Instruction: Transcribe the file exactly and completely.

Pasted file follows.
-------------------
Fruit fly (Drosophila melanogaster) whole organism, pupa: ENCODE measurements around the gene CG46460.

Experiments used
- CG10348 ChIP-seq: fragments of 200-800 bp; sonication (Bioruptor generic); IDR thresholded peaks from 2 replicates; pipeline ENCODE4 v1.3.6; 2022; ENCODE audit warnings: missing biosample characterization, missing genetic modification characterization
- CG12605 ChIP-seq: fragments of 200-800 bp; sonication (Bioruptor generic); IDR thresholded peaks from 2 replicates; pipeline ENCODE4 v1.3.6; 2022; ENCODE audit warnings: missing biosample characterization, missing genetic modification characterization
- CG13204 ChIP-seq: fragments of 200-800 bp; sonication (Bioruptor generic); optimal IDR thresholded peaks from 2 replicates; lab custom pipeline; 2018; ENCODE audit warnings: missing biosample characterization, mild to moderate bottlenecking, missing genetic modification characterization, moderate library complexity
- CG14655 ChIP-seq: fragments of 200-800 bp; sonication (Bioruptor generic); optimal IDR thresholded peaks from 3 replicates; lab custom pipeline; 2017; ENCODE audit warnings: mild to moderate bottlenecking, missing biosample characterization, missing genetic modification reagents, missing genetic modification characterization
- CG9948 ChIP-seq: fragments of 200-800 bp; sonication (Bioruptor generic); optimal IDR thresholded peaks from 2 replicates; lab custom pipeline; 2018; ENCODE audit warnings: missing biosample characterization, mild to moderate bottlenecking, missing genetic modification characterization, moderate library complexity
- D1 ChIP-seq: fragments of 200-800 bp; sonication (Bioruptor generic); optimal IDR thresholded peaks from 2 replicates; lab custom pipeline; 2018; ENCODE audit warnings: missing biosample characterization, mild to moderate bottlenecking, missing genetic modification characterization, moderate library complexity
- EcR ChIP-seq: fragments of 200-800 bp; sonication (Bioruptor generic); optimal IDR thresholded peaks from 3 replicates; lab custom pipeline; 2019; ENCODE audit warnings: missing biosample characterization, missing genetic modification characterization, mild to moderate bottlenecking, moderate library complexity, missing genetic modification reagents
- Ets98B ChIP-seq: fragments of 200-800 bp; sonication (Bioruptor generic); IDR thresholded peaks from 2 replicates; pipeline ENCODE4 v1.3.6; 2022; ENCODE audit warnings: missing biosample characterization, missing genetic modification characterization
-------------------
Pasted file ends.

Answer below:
Fruit fly (Drosophila melanogaster) whole organism, pupa: ENCODE measurements around the gene CG46460.

Experiments used
- CG10348 ChIP-seq: fragments of 200-800 bp; sonication (Bioruptor generic); IDR thresholded peaks from 2 replicates; pipeline ENCODE4 v1.3.6; 2022; ENCODE audit warnings: missing biosample characterization, missing genetic modification characterization
- CG12605 ChIP-seq: fragments of 200-800 bp; sonication (Bioruptor generic); IDR thresholded peaks from 2 replicates; pipeline ENCODE4 v1.3.6; 2022; ENCODE audit warnings: missing biosample characterization, missing genetic modification characterization
- CG13204 ChIP-seq: fragments of 200-800 bp; sonication (Bioruptor generic); optimal IDR thresholded peaks from 2 replicates; lab custom pipeline; 2018; ENCODE audit warnings: missing biosample characterization, mild to moderate bottlenecking, missing genetic modification characterization, moderate library complexity
- CG14655 ChIP-seq: fragments of 200-800 bp; sonication (Bioruptor generic); optimal IDR thresholded peaks from 3 replicates; lab custom pipeline; 2017; ENCODE audit warnings: mild to moderate bottlenecking, missing biosample characterization, missing genetic modification reagents, missing genetic modification characterization
- CG9948 ChIP-seq: fragments of 200-800 bp; sonication (Bioruptor generic); optimal IDR thresholded peaks from 2 replicates; lab custom pipeline; 2018; ENCODE audit warnings: missing biosample characterization, mild to moderate bottlenecking, missing genetic modification characterization, moderate library complexity
- D1 ChIP-seq: fragments of 200-800 bp; sonication (Bioruptor generic); optimal IDR thresholded peaks from 2 replicates; lab custom pipeline; 2018; ENCODE audit warnings: missing biosample characterization, mild to moderate bottlenecking, missing genetic modification characterization, moderate library complexity
- EcR ChIP-seq: fragments of 200-800 bp; sonication (Bioruptor generic); optimal IDR thresholded peaks from 3 replicates; lab custom pipeline; 2019; ENCODE audit warnings: missing biosample characterization, missing genetic modification characterization, mild to moderate bottlenecking, moderate library complexity, missing genetic modification reagents
- Ets98B ChIP-seq: fragments of 200-800 bp; sonication (Bioruptor generic); IDR thresholded peaks from 2 replicates; pipeline ENCODE4 v1.3.6; 2022; ENCODE audit warnings: missing biosample characterization, missing genetic modification characterization